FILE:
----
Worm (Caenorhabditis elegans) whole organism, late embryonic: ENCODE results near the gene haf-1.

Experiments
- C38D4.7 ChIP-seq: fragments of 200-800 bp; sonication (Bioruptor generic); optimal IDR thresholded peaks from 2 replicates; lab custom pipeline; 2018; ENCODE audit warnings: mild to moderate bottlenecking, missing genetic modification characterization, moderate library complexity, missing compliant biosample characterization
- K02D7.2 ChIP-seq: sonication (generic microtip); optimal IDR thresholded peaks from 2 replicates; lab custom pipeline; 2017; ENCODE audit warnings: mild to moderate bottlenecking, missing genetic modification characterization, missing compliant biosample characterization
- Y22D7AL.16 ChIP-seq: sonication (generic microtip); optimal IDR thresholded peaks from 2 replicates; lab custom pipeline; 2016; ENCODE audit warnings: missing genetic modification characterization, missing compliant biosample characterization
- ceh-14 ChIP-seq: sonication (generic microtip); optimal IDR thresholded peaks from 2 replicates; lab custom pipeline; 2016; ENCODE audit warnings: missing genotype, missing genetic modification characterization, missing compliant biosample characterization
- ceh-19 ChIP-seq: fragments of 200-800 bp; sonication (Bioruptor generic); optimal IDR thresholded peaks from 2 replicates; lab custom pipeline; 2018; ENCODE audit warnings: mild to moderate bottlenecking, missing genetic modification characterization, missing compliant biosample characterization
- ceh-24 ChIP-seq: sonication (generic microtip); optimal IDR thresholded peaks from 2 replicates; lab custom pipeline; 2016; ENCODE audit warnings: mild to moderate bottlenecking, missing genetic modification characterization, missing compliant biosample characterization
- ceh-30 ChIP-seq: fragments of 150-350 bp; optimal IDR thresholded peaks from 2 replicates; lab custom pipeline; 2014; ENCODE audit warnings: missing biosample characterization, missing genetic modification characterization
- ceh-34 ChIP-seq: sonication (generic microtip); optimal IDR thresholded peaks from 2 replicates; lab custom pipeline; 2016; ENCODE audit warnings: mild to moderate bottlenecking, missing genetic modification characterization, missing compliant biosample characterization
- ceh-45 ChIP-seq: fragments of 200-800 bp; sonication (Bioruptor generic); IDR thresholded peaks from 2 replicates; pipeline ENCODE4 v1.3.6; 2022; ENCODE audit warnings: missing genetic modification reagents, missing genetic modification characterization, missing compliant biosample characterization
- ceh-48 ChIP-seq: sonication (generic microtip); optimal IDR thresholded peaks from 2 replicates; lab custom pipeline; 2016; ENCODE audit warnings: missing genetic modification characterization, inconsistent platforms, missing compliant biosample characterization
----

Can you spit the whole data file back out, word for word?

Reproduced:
Worm (Caenorhabditis elegans) whole organism, late embryonic: ENCODE results near the gene haf-1.

Experiments
- C38D4.7 ChIP-seq: fragments of 200-800 bp; sonication (Bioruptor generic); optimal IDR thresholded peaks from 2 replicates; lab custom pipeline; 2018; ENCODE audit warnings: mild to moderate bottlenecking, missing genetic modification characterization, moderate library complexity, missing compliant biosample characterization
- K02D7.2 ChIP-seq: sonication (generic microtip); optimal IDR thresholded peaks from 2 replicates; lab custom pipeline; 2017; ENCODE audit warnings: mild to moderate bottlenecking, missing genetic modification characterization, missing compliant biosample characterization
- Y22D7AL.16 ChIP-seq: sonication (generic microtip); optimal IDR thresholded peaks from 2 replicates; lab custom pipeline; 2016; ENCODE audit warnings: missing genetic modification characterization, missing compliant biosample characterization
- ceh-14 ChIP-seq: sonication (generic microtip); optimal IDR thresholded peaks from 2 replicates; lab custom pipeline; 2016; ENCODE audit warnings: missing genotype, missing genetic modification characterization, missing compliant biosample characterization
- ceh-19 ChIP-seq: fragments of 200-800 bp; sonication (Bioruptor generic); optimal IDR thresholded peaks from 2 replicates; lab custom pipeline; 2018; ENCODE audit warnings: mild to moderate bottlenecking, missing genetic modification characterization, missing compliant biosample characterization
- ceh-24 ChIP-seq: sonication (generic microtip); optimal IDR thresholded peaks from 2 replicates; lab custom pipeline; 2016; ENCODE audit warnings: mild to moderate bottlenecking, missing genetic modification characterization, missing compliant biosample characterization
- ceh-30 ChIP-seq: fragments of 150-350 bp; optimal IDR thresholded peaks from 2 replicates; lab custom pipeline; 2014; ENCODE audit warnings: missing biosample characterization, missing genetic modification characterization
- ceh-34 ChIP-seq: sonication (generic microtip); optimal IDR thresholded peaks from 2 replicates; lab custom pipeline; 2016; ENCODE audit warnings: mild to moderate bottlenecking, missing genetic modification characterization, missing compliant biosample characterization
- ceh-45 ChIP-seq: fragments of 200-800 bp; sonication (Bioruptor generic); IDR thresholded peaks from 2 replicates; pipeline ENCODE4 v1.3.6; 2022; ENCODE audit warnings: missing genetic modification reagents, missing genetic modification characterization, missing compliant biosample characterization
- ceh-48 ChIP-seq: sonication (generic microtip); optimal IDR thresholded peaks from 2 replicates; lab custom pipeline; 2016; ENCODE audit warnings: missing genetic modification characterization, inconsistent platforms, missing compliant biosample characterization